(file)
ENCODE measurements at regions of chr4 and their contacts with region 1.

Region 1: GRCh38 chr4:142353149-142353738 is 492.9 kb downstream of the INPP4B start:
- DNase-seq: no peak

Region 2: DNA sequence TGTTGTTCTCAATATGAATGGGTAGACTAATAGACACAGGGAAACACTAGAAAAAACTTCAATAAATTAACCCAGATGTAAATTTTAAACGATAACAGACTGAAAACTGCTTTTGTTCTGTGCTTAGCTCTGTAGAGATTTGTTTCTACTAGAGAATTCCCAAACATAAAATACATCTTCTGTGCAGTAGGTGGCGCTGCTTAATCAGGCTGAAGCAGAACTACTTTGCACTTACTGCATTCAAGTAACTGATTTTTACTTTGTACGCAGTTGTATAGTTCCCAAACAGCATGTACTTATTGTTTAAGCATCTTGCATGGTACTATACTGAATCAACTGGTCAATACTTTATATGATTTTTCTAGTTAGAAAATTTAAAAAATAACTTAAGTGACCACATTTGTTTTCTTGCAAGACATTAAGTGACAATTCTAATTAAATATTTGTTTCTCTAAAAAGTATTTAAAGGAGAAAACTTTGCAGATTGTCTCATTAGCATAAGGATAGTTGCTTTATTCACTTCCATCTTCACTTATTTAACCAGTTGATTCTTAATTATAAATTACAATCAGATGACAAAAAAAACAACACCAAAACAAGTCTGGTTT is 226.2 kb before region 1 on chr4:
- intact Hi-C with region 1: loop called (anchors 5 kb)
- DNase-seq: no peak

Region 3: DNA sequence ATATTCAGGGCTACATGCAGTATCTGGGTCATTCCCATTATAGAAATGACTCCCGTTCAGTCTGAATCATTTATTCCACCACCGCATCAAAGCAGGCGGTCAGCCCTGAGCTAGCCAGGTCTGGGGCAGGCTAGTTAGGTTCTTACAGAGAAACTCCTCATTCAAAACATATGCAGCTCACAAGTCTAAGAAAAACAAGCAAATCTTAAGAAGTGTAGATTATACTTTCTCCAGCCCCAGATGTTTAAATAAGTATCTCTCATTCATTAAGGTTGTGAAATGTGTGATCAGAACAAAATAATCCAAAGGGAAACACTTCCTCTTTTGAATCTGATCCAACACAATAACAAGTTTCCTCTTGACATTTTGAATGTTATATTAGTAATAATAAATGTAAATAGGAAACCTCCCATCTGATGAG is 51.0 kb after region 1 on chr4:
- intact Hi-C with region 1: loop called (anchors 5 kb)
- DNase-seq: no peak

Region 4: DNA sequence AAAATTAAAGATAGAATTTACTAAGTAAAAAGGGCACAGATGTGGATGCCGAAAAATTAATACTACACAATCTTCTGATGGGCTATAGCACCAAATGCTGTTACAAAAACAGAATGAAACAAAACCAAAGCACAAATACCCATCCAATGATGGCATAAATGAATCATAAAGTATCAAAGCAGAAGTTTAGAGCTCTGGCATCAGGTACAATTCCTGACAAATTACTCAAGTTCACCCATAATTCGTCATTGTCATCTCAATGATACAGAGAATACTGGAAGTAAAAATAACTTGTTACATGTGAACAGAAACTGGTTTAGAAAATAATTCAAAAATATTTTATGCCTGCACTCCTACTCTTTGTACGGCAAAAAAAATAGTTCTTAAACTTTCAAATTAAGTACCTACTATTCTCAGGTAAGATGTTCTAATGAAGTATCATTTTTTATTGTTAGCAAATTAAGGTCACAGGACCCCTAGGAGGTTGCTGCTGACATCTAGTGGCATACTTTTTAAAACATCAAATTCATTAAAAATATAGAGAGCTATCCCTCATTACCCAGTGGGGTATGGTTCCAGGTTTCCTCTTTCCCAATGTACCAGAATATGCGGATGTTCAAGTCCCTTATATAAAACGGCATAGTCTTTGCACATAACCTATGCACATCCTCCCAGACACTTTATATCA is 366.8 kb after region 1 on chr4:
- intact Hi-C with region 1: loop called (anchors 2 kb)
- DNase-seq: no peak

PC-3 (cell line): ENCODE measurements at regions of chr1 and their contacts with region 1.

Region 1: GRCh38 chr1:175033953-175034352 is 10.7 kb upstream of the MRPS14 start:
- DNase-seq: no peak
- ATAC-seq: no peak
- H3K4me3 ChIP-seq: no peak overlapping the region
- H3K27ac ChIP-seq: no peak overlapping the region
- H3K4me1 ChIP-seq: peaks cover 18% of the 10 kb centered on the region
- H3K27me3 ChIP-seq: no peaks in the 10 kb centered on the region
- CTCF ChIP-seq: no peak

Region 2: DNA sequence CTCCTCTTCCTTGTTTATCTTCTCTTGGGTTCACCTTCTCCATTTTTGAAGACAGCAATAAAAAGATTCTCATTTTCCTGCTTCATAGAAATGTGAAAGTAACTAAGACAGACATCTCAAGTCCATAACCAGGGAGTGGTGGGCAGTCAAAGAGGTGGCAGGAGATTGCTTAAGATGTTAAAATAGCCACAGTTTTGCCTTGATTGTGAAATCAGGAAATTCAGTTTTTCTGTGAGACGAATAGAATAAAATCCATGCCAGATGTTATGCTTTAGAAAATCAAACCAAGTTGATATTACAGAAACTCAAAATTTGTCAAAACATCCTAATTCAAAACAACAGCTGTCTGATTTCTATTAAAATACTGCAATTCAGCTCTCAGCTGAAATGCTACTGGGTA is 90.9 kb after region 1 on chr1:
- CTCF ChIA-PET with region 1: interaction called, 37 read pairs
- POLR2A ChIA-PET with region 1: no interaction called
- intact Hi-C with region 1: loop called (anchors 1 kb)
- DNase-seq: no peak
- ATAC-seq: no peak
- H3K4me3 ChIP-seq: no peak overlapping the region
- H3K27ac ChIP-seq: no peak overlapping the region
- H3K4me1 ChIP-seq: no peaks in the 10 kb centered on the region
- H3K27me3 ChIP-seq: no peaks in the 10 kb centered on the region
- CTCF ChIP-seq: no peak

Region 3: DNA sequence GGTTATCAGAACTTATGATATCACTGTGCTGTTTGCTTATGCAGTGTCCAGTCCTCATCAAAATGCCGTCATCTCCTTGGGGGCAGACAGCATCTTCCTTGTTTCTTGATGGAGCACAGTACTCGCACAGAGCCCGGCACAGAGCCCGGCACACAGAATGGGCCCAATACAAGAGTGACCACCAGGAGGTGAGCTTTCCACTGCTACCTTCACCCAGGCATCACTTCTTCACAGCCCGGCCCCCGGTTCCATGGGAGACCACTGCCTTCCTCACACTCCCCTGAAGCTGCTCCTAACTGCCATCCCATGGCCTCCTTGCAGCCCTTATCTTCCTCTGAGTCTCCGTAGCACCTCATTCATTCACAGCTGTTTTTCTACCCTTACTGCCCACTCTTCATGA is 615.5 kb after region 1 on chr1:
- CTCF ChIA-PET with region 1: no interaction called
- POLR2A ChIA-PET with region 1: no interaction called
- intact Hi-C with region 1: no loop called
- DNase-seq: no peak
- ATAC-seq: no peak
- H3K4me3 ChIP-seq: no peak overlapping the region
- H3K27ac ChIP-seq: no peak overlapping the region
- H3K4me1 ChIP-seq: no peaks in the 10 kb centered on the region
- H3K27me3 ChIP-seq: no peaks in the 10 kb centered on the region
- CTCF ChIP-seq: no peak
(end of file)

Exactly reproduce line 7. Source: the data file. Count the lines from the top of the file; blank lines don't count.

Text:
Region 3: DNA sequence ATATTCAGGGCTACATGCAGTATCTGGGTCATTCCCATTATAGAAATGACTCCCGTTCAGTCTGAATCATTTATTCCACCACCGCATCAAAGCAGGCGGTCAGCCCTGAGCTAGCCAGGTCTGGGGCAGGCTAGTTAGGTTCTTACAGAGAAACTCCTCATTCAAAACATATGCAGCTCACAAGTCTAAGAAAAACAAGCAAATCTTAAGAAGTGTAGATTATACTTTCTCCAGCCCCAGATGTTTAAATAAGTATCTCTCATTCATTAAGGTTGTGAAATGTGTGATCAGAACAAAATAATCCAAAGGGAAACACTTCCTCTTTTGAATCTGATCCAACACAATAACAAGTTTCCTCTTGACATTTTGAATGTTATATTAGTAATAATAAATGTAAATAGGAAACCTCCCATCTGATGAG is 51.0 kb after region 1 on chr4: